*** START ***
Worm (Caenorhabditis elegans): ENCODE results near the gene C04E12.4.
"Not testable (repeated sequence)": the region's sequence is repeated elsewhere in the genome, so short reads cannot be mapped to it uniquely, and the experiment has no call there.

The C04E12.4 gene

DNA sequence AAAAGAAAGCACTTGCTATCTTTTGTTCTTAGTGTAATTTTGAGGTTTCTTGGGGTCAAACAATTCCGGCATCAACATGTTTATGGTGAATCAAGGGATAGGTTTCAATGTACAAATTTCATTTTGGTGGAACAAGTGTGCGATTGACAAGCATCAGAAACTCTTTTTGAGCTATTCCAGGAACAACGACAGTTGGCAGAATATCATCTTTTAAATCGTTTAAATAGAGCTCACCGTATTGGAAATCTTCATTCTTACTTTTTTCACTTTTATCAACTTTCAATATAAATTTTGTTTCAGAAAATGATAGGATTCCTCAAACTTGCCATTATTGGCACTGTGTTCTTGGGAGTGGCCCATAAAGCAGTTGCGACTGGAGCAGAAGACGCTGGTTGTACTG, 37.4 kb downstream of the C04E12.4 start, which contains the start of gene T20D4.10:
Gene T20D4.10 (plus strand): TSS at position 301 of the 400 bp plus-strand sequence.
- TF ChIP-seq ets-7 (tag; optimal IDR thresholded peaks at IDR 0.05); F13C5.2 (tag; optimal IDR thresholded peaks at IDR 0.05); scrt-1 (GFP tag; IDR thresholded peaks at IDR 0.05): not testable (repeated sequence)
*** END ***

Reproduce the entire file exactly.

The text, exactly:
Worm (Caenorhabditis elegans): ENCODE results near the gene C04E12.4.
"Not testable (repeated sequence)": the region's sequence is repeated elsewhere in the genome, so short reads cannot be mapped to it uniquely, and the experiment has no call there.

The C04E12.4 gene

DNA sequence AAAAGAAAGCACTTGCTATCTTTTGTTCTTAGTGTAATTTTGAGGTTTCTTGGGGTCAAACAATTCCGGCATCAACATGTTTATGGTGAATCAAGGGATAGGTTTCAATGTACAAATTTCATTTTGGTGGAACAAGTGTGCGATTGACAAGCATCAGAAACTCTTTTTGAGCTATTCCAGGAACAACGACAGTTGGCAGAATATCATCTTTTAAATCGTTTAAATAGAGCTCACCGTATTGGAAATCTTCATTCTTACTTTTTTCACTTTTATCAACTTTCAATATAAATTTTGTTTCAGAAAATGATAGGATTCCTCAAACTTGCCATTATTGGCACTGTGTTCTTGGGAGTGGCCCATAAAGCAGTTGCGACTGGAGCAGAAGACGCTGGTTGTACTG, 37.4 kb downstream of the C04E12.4 start, which contains the start of gene T20D4.10:
Gene T20D4.10 (plus strand): TSS at position 301 of the 400 bp plus-strand sequence.
- TF ChIP-seq ets-7 (tag; optimal IDR thresholded peaks at IDR 0.05); F13C5.2 (tag; optimal IDR thresholded peaks at IDR 0.05); scrt-1 (GFP tag; IDR thresholded peaks at IDR 0.05): not testable (repeated sequence)